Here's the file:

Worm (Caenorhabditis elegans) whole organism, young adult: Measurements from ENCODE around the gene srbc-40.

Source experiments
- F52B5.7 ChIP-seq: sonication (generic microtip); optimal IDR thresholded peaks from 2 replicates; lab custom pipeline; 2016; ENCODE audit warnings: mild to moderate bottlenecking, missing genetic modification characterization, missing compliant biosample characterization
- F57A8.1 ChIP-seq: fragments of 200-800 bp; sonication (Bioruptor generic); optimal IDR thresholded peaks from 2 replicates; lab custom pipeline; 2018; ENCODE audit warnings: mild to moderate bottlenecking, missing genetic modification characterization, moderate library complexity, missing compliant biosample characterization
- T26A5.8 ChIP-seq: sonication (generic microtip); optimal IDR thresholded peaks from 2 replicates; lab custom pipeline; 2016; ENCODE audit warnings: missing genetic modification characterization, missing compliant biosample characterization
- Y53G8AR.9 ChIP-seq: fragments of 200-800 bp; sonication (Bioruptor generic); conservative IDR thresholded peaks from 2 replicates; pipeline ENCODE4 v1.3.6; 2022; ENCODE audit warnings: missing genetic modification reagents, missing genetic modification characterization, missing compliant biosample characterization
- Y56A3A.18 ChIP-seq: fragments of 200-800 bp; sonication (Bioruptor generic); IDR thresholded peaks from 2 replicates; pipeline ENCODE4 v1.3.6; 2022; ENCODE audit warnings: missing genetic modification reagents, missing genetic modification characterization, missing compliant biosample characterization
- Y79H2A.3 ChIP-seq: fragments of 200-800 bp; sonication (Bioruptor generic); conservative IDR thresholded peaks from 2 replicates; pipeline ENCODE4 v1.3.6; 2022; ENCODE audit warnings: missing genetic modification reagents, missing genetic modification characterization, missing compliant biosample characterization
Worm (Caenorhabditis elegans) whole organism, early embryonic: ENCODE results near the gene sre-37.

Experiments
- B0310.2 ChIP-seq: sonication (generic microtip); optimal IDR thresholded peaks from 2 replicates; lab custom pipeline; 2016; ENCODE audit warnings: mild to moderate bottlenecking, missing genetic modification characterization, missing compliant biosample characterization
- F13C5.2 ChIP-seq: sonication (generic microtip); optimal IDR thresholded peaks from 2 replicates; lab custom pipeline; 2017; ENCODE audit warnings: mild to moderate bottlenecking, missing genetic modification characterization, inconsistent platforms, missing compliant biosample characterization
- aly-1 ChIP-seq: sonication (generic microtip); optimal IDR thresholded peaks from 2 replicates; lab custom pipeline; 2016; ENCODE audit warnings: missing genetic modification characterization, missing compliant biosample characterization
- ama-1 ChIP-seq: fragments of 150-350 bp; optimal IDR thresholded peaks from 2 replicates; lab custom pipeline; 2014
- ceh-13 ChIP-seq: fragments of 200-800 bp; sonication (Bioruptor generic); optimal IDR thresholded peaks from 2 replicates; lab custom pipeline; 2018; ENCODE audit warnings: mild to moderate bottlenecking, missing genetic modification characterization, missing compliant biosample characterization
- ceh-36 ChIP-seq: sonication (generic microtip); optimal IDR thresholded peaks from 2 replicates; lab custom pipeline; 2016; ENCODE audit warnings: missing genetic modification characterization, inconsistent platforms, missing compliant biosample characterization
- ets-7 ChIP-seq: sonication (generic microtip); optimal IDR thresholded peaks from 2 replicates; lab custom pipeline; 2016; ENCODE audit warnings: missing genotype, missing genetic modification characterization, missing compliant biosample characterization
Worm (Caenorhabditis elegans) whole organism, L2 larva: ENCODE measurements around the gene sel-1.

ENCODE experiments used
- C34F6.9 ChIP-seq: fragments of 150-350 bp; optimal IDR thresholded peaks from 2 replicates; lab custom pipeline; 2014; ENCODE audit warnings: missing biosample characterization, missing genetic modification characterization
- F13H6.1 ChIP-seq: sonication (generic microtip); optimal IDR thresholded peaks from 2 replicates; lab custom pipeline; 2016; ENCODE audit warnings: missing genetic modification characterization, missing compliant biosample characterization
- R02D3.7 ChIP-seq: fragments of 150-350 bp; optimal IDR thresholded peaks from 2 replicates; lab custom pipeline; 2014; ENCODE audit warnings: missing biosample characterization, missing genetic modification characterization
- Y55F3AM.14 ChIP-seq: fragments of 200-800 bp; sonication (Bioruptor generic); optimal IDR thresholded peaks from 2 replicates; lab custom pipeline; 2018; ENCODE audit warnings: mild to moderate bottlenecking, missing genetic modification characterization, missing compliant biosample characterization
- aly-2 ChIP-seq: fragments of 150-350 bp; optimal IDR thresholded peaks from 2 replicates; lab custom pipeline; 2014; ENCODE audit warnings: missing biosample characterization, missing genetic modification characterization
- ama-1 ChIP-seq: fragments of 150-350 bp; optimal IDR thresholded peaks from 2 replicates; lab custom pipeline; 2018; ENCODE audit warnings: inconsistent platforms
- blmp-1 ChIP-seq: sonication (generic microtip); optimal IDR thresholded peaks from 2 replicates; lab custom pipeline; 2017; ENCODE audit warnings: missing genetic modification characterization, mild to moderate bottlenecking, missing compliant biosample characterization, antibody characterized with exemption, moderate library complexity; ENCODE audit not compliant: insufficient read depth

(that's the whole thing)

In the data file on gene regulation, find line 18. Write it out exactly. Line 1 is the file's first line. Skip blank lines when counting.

Worm (Caenorhabditis elegans) whole organism, L2 larva: ENCODE measurements around the gene sel-1.